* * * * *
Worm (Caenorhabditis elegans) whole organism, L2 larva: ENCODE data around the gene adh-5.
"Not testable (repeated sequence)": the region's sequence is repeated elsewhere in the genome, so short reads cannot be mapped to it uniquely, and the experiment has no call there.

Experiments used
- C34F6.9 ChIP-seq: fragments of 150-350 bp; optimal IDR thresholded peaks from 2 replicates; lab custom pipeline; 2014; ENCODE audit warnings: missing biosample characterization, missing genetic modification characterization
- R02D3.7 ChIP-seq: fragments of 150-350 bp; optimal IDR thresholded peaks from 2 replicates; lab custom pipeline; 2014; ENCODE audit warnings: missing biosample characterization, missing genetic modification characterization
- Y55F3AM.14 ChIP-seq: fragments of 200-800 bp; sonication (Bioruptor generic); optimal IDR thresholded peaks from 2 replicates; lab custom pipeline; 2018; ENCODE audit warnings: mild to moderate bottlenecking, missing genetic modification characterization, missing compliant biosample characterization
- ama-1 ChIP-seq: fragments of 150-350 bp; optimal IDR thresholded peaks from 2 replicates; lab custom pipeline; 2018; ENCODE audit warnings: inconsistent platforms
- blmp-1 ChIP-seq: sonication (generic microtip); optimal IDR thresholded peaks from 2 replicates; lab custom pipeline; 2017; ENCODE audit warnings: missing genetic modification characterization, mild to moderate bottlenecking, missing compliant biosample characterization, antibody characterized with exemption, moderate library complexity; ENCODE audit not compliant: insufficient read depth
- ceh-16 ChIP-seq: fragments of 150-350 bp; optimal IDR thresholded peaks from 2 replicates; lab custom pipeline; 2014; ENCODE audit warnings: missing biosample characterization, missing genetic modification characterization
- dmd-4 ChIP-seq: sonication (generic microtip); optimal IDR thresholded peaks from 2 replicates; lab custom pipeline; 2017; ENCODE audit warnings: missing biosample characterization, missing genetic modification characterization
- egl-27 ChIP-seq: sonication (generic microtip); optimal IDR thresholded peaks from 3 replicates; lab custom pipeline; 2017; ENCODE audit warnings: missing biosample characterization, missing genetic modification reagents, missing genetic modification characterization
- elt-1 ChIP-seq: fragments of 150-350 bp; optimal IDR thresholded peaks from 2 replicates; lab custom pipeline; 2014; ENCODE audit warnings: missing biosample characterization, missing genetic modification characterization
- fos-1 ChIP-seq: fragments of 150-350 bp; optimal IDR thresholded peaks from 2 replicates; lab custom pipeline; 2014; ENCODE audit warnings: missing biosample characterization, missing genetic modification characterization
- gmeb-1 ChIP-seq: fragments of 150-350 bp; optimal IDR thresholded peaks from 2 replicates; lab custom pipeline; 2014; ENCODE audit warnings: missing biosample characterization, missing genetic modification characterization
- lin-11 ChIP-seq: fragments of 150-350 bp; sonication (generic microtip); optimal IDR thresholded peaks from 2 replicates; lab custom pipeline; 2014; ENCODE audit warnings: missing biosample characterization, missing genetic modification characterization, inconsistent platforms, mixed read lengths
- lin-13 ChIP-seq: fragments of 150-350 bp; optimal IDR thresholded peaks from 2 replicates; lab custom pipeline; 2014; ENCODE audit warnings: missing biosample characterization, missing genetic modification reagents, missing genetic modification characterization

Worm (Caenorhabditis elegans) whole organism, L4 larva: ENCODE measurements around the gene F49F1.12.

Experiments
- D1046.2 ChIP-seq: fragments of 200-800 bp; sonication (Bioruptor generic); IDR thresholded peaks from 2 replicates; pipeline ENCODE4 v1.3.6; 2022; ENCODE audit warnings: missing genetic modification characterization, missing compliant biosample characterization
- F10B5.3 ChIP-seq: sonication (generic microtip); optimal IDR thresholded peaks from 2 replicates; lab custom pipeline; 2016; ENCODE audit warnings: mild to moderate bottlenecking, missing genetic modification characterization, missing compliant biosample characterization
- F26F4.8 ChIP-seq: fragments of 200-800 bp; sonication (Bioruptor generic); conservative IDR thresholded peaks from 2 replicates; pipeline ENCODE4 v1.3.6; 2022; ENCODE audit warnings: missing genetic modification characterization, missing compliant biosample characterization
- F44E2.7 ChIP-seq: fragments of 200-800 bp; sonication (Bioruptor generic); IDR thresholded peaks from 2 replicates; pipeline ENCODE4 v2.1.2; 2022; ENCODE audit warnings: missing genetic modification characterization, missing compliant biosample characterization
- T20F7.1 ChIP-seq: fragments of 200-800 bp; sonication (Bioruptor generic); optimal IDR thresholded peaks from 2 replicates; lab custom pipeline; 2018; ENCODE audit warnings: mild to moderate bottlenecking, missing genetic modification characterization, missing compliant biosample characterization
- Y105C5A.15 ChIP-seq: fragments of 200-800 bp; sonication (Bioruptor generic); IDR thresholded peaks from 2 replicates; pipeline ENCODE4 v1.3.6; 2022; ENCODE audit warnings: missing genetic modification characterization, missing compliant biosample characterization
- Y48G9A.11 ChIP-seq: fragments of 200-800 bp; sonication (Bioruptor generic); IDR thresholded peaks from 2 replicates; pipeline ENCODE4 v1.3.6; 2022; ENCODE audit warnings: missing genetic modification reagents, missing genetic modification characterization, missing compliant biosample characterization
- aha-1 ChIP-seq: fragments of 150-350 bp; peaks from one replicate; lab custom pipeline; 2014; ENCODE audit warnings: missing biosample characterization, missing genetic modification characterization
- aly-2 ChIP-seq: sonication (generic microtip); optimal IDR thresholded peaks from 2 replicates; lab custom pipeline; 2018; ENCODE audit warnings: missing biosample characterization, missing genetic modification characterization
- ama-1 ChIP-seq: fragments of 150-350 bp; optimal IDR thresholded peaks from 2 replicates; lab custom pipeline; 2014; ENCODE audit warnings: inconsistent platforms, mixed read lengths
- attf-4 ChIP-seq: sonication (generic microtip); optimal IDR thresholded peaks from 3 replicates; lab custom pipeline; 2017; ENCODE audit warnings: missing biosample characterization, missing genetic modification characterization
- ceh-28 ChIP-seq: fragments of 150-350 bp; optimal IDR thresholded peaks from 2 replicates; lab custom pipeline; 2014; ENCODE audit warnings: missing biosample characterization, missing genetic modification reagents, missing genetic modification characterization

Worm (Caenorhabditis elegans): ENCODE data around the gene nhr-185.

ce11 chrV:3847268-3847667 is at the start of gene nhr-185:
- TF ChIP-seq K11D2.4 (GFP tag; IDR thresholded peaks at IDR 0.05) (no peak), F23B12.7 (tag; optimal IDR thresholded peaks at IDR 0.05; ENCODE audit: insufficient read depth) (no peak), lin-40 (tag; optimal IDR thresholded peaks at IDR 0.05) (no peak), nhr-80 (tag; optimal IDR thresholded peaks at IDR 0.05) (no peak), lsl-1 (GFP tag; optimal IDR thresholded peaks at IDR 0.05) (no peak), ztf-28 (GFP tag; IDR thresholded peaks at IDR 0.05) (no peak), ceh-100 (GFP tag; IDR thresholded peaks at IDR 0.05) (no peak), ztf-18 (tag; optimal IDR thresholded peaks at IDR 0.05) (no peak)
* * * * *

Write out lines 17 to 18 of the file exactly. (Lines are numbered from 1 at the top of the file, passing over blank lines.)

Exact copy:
Worm (Caenorhabditis elegans) whole organism, L4 larva: ENCODE measurements around the gene F49F1.12.

Experiments